The Patient Protection and Affordable Care Act (“PPACA”) permits the federal government to utilize Accountable Care Organizations (“ACOs”) in certain circumstances. Beyond the PPACA’s approval of the use of ACOs, businesses are beginning to look into contracting with ACOs with the hope that an ACO will be able to reduce health care costs while simultaneously improving health care outcomes.
The general idea behind an ACO is to provide doctors and hospitals with a financial incentive to keep patients healthy while eliminating some unwanted incentives that exist in the current system. An ACO manages all the component parts that provide healthcare to individuals, including primary-care physicians, specialists, and hospitals. The ACO then is paid to administer care to a set number of people. The ACO is compensated more generously if the ACO manages to keep the cost of care down while meeting certain quality metrics.
Under a traditional fee-for-service model, doctors and hospitals get paid based on the number of medical procedures they perform, and doctors and hospitals have a perverse incentive to provide as much healthcare as possible (however, doctors have ethical obligations to maintain moral integrity, intellectual honesty and clinical competency, and it is my belief that most physicians abide by these codes) . If patients have health insurance with low deductibles and/or low co-pays, then patients have little incentive to push back against those medical service providers that attempt to provide unnecessary services. The ACO model is meant to cut back on this perverse incentive; however, ACO’s do not eliminate with the fee-for-service model entirely. An ACO is simply paid a bonus if it keeps health care usage low, and with some ACOs, the participating organizations are hit with a financial penalty if health care usage and costs surpass a particular level.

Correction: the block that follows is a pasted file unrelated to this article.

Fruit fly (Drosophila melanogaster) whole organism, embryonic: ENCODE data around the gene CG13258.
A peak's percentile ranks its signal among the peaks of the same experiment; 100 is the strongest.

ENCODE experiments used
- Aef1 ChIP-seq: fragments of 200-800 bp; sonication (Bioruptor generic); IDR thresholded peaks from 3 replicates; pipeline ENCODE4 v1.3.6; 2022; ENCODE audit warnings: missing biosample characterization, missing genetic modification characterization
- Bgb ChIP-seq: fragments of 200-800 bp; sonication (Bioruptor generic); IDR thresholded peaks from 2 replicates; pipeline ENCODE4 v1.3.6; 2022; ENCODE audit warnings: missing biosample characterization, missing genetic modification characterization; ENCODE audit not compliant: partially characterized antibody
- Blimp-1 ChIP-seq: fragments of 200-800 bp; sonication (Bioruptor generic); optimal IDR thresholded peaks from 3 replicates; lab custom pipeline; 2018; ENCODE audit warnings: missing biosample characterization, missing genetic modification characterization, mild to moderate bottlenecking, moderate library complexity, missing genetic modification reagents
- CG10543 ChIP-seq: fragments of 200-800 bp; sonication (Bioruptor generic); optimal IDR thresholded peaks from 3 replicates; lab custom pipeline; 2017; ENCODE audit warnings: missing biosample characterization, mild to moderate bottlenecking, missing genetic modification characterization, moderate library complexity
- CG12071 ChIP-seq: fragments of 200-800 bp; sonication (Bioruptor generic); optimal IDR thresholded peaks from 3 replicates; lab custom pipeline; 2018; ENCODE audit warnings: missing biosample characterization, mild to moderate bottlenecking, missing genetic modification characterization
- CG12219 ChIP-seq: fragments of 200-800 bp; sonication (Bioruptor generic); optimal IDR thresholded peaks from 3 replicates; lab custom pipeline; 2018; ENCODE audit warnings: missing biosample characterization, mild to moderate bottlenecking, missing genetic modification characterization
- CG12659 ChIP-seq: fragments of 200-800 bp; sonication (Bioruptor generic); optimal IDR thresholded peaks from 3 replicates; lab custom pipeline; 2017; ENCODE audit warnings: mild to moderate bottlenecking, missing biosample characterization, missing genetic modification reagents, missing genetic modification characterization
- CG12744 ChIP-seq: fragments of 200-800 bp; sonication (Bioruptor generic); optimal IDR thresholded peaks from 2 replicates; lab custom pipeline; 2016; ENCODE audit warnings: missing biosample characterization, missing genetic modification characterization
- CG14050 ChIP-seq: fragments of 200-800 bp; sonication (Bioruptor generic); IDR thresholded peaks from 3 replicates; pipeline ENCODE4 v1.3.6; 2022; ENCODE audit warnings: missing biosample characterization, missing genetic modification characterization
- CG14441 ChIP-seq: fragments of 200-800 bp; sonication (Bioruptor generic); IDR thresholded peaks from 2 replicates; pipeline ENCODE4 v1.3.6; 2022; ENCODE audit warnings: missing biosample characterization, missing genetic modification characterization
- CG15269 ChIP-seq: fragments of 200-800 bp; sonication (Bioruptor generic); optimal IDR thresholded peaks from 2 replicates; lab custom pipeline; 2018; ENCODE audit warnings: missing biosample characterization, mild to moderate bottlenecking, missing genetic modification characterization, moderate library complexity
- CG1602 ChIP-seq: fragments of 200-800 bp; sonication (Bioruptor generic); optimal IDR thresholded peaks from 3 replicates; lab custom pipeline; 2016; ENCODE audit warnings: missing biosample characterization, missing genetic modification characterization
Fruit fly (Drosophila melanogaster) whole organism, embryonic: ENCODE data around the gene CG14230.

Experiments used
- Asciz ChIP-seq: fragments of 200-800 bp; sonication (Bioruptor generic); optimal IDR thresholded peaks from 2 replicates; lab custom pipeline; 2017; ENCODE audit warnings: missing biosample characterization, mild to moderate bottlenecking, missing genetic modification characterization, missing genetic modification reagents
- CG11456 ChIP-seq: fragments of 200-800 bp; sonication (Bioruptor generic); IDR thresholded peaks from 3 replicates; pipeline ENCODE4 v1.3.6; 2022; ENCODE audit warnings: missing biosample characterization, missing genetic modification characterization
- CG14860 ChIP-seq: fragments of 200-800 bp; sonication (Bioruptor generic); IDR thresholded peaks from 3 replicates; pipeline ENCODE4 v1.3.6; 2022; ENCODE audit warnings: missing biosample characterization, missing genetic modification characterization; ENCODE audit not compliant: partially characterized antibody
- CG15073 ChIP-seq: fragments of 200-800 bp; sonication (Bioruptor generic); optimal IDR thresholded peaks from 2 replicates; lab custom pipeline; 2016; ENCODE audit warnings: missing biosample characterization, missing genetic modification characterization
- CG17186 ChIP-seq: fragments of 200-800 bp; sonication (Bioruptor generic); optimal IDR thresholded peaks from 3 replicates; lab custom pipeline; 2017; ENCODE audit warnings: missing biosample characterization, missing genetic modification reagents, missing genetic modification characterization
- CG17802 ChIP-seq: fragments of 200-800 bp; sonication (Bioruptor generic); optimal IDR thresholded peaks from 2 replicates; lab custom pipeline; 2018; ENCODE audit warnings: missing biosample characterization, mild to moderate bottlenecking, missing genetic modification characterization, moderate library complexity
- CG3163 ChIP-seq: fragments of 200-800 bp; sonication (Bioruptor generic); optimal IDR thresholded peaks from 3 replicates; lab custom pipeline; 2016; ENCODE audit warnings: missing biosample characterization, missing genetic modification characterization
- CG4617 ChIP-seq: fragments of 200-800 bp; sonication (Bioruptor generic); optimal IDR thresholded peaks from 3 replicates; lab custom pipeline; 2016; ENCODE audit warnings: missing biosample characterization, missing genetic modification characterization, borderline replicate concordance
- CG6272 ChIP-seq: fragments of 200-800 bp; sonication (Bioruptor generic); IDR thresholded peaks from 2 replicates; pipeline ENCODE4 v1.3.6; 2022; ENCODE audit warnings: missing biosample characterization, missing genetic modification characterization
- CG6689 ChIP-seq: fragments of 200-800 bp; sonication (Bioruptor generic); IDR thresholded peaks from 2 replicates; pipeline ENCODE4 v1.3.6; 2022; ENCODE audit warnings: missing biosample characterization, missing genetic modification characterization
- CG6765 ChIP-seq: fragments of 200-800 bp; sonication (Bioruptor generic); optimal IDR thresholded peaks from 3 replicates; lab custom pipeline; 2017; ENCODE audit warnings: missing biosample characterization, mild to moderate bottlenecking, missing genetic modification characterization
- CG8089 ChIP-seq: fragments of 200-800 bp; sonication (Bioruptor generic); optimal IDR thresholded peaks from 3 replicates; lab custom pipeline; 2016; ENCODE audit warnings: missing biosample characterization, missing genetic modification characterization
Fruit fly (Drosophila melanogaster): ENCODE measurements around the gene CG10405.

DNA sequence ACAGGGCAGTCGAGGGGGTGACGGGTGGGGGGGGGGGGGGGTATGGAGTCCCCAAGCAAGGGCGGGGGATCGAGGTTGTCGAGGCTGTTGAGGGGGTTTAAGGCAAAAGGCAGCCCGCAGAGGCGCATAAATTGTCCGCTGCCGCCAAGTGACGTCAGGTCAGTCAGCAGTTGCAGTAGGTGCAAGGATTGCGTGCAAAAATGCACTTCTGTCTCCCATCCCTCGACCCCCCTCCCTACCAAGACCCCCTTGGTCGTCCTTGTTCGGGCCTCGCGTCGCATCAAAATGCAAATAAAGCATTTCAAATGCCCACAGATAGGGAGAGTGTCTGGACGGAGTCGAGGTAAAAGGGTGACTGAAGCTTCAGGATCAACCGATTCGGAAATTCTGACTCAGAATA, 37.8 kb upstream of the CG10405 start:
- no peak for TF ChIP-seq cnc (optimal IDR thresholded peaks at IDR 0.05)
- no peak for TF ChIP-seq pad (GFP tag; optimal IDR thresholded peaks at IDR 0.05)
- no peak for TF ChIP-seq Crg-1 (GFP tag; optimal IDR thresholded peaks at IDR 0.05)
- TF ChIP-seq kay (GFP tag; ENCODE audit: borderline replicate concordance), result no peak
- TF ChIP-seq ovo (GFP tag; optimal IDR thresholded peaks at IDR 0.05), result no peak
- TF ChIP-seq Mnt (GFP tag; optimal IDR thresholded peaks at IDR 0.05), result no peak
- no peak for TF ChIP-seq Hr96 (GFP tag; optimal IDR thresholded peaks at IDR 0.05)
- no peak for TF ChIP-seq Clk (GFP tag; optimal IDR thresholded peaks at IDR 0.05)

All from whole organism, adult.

ACO’s are similar to, but not identical to, health maintenance organizations (“HMOs”). Unlike HMOs, ACOs do not require that their members utilize healthcare services that are in-network. An ACO tracks patients’ healthcare usage and attempts to reduce that usage as much as possible by efficiently sharing information with health service providers, but the ACO does not exercise direct control over a patient’s choice of medical service providers; however, like other forms of health insurance, the ACO can charge patients more for out-of-network services.
In its administration of Medicare, the Center for Medicare & Medicaid Services (“CMS”) is currently experimenting with an ACO model for some patients. One of CMS’s experimental ACO programs is known as the Pioneer model, which was designed for organizations with experience in administering coordinated care. The program recently published the results attained in its first year of operation. The voluntary program had 32 participants that covered 669,000 Medicare beneficiaries. The cost of providing care to the beneficiaries covered by the Pioneer model increased by 0.3 percent for the year, compared to the 0.8 percent increase in cost seen for similar Medicare beneficiaries that were not covered by the Pioneer model. Thirteen of the organizations produced enough savings to share in savings totaling $87.6 million, two had shared loses totaling around $4 million, and the remaining seventeen organizations neither produced enough savings nor enough loses to receive a bonus or a penalty. All 32 organizations that participated in the Pioneer model outperformed traditional fee-for-service Medicare in fifteen quality measures.
Despite the Pioneer model’s success, nine of the 32 participants will be leaving the program after the first year. With that said, seven of the participants will be instead participating in the Medicare Shared Savings Program, which is a different ACO model that puts providers in a position with less risk of losing money compared to the Pioneer model.
Private entities are also starting to show interest in utilizing the ACO model. Intel recently announced that it has engaged in an agreement with Presbyterian Healthcare Services (“Presbyterian”) to administer a narrow-network ACO model. For the 5,400 employees that will be covered by the agreement between Intel and Presbyterian, Intel elected to forge a relationship directly with the ACO provider instead of utilizing a national health insurance company as a middle-man. Somewhat ironically, Presbyterian was one of the two participants that dropped out of the Pioneer Program and that did not elect to participate in the Medicare Shared Savings Program. Because of the organizations history, Presbyterian’s continued commitment to experimentation with the ACO model may be a good indicator of the ACO model’s continued viability.
Additional information and a short video on ACOs provided by CMS can be found here.